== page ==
Home Sweet Home

One of the earliest Hollywood movie star mansions, Pickfair was named by the media and not by its residents. The early days of creating celebrity news and gossip was a little rough. They hadn't managed to smooth out the rough edges and everyone needed a headline. And so, the media christened the mansion "Pickfair" out of cuteness and a desire to make this new breed of larger than life movie stars cause folks at home in Nebraska to "ooh" and "ahh."

The marriage of Mary Pickford and Douglas Fairbanks began with a regal ceremony and then an extended "storybook honeymoon." After all that pomp and circumstance, they settled into their new home, which the media christened "Pickfair."

In case you folks at home are a little slow, and no, I don't mean you in particular. I think you are just fine and quite intelligent. This note is for people like Uncle Nester who is looking over your shoulder while eating dried plums and making that "ughuth ughuth" sound that really annoys you. Anyway, in case you folks at home are a little slow, Pickfair is derived from taking the first four letters of Pickford and the first four letters of Fairbanks, the last names of our happy couple, and putting them together to form a new word.

In 1911, Pickfair existed merely as stables, but that all would change as it morphed into an awe-inspiring American Colonial style manor with green gables and lush flora and some sort of duck pond. It was, at the time, considered the second most famous residence in the United States of America, topped only by something presumtiously called The White House. However, Pickfair wasn't really all that large, comparable in size to a large one family house in the American suburbs. However, it was the mystical allure of Pickfair that made it so famous.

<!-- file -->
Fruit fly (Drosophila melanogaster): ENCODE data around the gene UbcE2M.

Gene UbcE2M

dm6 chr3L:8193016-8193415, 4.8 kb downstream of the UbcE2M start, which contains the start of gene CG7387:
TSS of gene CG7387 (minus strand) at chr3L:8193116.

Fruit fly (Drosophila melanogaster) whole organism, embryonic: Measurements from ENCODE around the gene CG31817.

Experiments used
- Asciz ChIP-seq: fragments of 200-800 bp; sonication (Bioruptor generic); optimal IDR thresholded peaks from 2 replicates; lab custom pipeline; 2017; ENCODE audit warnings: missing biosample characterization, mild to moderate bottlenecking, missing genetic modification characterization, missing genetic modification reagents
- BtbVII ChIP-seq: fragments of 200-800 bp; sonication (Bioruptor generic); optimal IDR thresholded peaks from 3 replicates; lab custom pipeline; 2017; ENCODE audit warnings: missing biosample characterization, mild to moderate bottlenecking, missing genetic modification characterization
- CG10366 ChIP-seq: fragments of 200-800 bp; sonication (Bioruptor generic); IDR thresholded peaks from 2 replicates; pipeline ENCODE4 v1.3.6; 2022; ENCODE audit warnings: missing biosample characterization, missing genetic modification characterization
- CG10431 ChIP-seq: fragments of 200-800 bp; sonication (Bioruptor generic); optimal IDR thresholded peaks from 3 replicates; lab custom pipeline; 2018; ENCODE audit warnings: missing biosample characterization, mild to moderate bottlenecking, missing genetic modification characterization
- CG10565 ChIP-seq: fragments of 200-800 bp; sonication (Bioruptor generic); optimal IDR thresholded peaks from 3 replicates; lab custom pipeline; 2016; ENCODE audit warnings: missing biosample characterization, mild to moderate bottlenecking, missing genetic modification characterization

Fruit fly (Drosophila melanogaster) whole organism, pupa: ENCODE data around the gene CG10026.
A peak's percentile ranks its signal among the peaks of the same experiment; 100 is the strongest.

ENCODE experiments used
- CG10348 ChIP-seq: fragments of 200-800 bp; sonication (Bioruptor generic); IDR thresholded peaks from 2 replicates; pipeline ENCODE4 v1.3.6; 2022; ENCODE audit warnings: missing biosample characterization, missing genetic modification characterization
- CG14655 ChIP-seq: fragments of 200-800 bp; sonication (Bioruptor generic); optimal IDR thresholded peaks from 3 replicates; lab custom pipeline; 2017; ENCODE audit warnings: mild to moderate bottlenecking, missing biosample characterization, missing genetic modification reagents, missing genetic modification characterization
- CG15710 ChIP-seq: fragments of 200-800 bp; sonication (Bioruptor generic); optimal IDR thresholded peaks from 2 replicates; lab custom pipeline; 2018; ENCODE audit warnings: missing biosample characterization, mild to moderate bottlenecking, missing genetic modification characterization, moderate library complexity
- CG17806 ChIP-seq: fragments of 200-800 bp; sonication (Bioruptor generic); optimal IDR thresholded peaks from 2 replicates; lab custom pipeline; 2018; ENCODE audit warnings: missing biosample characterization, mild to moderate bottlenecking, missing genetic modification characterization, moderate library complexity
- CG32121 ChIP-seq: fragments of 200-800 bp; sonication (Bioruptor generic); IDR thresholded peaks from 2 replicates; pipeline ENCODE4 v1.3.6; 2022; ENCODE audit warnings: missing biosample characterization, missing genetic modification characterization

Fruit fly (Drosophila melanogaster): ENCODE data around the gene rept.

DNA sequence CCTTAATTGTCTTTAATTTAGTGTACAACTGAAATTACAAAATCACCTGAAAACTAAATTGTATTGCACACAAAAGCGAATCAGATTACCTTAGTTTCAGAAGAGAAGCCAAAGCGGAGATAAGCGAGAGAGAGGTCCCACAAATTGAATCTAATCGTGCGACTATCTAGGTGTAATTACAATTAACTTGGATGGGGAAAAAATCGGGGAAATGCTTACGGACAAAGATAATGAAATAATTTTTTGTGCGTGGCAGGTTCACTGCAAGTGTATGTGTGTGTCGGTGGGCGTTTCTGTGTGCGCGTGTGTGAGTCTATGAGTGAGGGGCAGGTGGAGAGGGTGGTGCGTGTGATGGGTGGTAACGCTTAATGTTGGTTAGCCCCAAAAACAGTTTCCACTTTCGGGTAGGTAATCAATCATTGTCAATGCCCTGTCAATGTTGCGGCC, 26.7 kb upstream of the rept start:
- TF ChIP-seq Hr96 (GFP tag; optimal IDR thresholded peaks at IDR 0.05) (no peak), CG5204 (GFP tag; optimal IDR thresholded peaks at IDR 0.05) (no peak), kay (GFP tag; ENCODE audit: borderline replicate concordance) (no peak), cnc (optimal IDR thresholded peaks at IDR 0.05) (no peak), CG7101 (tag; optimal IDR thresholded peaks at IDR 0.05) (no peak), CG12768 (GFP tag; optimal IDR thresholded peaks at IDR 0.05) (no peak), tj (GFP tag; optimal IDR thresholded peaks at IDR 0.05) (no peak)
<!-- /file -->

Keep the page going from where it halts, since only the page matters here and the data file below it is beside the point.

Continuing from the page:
Stories of the activities at Pickfair were once a devotion of the press. Everyone who was anyone in the movie business attended parties there and it welcomed foreign dignitaries with open arms. There were dinner parties, movie screenings, and according to at least one report, "the enjoyment of peanut brittle as a snack." (I am completely uncertain as to why that has been documented for the ages.) Then there was the pool, around which were hosted many an elaborate cocktail party, but beyond that, there were additions to the swimming pool to allow for "canoe races" and part of the swimming complex was bordered by sandy beaches.

After Douglas Fairbanks and Mary Pickford divorced in 1936, Mary continued to live in Pickfair with her new spouse, Charles "Buddy" Rogers until her death in 1979. It was all downhill from there for Pickfair. In 1988, Pia Zadora and husband Meshulam Riklis purchased Pickfair. Two years later, contractors reported that Pickfair was ravaged by termites and Pia Zadora announced plans to raze Pickfair so Riklis could build her a palace on the same grounds.

Home Sweet Home

Thanks to the "Pickfair Dynasty Webring" for research assistance
and to the nice people who keep old newpaper articles alive electronically.

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